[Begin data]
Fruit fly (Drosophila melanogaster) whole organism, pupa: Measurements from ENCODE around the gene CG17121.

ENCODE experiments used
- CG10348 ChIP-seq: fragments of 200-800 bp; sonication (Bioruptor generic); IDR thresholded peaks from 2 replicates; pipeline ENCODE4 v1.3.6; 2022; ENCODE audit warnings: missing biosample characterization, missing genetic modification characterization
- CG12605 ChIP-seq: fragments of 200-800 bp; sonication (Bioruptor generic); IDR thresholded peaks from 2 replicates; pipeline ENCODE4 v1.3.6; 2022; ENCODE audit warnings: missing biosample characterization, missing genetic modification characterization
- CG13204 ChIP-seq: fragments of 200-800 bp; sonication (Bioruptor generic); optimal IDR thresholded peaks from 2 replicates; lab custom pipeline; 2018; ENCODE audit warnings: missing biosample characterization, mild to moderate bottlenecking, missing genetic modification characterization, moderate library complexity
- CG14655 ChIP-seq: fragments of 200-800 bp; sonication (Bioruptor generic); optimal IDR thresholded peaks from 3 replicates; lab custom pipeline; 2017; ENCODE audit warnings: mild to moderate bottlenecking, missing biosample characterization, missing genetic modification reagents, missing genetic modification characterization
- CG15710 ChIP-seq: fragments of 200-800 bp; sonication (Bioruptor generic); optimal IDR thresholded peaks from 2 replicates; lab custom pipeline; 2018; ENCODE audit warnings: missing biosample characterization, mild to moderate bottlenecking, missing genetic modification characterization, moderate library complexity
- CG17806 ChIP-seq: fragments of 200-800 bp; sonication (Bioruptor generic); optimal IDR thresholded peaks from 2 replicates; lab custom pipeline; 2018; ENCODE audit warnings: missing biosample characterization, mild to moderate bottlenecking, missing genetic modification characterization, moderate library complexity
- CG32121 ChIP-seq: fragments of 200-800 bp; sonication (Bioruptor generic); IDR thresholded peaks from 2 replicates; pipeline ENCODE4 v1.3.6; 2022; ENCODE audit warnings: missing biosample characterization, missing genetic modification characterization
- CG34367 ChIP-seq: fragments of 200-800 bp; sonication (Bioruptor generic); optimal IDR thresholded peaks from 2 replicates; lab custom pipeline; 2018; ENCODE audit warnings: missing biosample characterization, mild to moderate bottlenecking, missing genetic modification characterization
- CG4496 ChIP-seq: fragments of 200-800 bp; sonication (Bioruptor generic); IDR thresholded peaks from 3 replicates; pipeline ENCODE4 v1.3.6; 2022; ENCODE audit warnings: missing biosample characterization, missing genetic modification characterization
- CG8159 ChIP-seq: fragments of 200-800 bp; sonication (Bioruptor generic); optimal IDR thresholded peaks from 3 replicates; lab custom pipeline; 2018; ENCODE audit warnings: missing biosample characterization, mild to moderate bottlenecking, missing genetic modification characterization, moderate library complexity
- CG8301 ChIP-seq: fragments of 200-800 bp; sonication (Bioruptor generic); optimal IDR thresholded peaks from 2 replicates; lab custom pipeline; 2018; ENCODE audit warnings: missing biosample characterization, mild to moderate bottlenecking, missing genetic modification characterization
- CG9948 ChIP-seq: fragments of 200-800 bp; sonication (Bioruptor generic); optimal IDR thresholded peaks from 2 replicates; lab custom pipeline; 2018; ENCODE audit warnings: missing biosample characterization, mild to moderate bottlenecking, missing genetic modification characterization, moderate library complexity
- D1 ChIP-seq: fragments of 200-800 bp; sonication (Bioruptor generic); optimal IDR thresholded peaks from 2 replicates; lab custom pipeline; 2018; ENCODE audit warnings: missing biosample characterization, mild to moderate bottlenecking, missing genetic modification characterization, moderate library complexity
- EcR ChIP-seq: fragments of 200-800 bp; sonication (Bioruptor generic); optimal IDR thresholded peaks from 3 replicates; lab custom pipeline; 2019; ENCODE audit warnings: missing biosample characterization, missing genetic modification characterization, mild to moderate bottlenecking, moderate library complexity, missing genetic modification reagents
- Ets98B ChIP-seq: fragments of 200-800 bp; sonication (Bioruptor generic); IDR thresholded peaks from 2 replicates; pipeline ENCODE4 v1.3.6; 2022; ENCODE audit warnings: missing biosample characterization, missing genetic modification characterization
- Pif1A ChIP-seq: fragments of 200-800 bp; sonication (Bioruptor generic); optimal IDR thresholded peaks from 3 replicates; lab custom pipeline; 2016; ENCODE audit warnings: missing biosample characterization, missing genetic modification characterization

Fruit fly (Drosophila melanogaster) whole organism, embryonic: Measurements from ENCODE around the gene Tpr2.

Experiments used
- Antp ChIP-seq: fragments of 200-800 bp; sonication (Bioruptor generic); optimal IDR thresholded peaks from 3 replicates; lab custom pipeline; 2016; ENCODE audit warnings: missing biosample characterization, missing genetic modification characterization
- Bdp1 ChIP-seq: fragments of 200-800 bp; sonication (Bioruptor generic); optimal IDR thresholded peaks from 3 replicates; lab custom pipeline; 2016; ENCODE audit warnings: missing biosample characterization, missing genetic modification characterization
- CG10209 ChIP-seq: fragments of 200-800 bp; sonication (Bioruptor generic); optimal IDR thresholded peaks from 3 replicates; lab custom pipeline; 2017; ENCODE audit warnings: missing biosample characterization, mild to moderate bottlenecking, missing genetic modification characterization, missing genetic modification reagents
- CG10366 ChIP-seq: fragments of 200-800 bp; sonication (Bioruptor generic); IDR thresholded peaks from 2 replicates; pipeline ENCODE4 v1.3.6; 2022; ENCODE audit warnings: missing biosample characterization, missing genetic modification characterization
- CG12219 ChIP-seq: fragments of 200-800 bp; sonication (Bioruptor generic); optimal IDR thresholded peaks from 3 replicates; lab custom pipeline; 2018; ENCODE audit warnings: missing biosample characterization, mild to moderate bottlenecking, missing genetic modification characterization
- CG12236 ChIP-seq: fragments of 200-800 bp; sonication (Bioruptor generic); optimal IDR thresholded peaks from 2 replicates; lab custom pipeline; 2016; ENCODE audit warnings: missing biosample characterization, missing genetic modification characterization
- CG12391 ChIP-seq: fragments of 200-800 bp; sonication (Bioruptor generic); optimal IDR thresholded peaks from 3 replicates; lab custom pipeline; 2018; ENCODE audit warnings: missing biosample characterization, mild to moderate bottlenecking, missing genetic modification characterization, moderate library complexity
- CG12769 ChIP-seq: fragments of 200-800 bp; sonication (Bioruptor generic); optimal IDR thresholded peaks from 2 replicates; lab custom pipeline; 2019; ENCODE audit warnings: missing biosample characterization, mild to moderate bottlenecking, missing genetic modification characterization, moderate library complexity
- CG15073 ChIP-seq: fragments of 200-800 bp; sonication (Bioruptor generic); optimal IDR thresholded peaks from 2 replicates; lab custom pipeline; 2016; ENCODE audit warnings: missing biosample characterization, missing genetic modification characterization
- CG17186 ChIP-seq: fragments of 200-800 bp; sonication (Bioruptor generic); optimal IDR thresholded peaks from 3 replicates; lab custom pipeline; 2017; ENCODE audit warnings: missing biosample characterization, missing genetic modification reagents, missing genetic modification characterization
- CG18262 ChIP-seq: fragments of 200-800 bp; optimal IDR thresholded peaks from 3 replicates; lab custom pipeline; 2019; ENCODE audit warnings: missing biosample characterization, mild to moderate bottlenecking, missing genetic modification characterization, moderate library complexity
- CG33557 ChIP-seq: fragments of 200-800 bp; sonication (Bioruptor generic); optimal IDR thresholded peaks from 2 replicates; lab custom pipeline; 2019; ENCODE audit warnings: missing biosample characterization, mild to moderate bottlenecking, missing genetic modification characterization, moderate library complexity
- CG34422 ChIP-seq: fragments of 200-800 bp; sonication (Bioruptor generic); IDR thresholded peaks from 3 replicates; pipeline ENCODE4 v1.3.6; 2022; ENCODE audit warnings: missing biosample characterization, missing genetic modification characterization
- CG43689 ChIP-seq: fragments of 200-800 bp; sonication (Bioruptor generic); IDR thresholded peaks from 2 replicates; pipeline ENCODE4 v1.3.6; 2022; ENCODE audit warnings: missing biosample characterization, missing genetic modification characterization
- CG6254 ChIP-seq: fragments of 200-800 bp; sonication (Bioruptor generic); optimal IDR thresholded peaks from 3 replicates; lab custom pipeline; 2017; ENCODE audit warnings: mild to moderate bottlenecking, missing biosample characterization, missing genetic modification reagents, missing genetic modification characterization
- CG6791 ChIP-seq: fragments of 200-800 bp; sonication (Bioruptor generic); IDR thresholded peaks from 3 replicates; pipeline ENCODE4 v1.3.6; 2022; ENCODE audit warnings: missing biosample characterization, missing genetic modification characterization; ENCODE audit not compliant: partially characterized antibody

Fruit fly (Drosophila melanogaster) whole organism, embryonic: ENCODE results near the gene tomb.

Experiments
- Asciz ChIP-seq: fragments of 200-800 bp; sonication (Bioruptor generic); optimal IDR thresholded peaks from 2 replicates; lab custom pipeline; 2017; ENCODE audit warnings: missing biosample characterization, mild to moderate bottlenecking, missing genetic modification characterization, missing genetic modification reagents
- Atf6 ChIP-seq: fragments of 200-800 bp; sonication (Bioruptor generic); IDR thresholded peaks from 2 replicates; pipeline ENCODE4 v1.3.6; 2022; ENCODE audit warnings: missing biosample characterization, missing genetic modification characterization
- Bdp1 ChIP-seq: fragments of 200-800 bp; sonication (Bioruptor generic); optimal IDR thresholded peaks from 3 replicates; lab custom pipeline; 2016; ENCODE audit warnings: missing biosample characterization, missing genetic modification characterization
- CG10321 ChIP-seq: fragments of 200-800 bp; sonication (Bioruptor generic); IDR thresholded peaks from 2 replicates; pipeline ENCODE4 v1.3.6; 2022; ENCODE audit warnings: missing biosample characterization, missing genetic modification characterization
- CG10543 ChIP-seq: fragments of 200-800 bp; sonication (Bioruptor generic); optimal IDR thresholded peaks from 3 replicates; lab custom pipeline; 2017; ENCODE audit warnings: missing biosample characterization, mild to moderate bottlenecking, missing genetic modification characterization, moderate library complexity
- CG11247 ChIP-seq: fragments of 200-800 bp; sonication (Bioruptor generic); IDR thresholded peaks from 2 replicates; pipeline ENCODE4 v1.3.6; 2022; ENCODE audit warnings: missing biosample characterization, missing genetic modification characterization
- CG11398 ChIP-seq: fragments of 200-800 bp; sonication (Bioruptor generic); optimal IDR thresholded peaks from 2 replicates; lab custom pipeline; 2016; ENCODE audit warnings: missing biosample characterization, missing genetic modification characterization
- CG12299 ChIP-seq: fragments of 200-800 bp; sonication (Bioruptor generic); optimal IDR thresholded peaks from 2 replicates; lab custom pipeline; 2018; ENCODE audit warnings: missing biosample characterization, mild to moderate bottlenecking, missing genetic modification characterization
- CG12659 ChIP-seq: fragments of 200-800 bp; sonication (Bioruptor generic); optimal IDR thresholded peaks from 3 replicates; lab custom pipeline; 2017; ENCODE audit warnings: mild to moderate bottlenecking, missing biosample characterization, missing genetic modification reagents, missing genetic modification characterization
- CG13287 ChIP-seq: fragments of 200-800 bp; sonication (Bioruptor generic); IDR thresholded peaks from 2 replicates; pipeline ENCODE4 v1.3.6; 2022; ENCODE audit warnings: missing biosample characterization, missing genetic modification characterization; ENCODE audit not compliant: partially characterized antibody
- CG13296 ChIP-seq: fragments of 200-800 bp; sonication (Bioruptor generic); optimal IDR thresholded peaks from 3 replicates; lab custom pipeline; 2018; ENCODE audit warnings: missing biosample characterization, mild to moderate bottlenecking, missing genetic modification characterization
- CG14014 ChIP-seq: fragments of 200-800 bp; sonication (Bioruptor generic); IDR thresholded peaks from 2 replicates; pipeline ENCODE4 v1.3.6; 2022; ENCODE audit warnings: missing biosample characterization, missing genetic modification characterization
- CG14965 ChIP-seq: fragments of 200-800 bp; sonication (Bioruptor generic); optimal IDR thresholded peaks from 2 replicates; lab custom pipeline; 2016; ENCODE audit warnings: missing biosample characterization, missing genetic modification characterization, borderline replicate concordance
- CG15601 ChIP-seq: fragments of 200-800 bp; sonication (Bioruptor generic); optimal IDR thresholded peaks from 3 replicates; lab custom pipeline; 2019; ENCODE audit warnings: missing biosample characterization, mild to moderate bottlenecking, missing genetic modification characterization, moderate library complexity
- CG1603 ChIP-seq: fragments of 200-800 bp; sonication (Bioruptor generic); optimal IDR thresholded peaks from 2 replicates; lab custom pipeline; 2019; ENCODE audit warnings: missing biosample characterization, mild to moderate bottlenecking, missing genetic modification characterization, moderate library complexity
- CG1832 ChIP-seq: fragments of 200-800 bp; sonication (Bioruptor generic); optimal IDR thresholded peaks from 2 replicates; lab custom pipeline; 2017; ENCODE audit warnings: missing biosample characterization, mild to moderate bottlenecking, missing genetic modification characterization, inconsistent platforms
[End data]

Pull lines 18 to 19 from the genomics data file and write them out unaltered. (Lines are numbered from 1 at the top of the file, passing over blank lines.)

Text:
- Pif1A ChIP-seq: fragments of 200-800 bp; sonication (Bioruptor generic); optimal IDR thresholded peaks from 3 replicates; lab custom pipeline; 2016; ENCODE audit warnings: missing biosample characterization, missing genetic modification characterization

Fruit fly (Drosophila melanogaster) whole organism, embryonic: Measurements from ENCODE around the gene Tpr2.